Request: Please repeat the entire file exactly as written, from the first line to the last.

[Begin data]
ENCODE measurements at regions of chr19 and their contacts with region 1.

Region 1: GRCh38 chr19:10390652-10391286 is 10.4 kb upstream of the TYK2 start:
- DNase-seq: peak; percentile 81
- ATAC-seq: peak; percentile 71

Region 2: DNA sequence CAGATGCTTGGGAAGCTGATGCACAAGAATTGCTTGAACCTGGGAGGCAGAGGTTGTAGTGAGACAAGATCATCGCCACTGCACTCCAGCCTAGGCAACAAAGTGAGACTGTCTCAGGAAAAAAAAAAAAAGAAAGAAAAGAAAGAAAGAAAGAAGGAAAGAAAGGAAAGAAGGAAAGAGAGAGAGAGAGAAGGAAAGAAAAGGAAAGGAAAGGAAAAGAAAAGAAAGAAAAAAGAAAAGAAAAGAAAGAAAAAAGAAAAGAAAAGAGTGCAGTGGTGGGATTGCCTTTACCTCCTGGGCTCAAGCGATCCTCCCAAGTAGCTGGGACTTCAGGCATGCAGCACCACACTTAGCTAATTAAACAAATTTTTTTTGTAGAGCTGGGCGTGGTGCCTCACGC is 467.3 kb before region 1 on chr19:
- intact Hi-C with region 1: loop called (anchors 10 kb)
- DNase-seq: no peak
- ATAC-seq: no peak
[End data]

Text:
ENCODE measurements at regions of chr19 and their contacts with region 1.

Region 1: GRCh38 chr19:10390652-10391286 is 10.4 kb upstream of the TYK2 start:
- DNase-seq: peak; percentile 81
- ATAC-seq: peak; percentile 71

Region 2: DNA sequence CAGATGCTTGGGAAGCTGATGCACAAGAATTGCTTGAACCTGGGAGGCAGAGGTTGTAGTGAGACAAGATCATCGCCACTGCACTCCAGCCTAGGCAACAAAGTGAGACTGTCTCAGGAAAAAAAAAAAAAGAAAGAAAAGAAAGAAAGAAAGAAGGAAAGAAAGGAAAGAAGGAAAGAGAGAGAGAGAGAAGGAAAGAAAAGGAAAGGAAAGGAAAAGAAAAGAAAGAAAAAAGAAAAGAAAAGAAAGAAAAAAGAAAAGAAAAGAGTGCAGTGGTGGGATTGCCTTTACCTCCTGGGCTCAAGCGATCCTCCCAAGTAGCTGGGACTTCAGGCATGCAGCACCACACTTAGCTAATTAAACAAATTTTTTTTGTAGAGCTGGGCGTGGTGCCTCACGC is 467.3 kb before region 1 on chr19:
- intact Hi-C with region 1: loop called (anchors 10 kb)
- DNase-seq: no peak
- ATAC-seq: no peak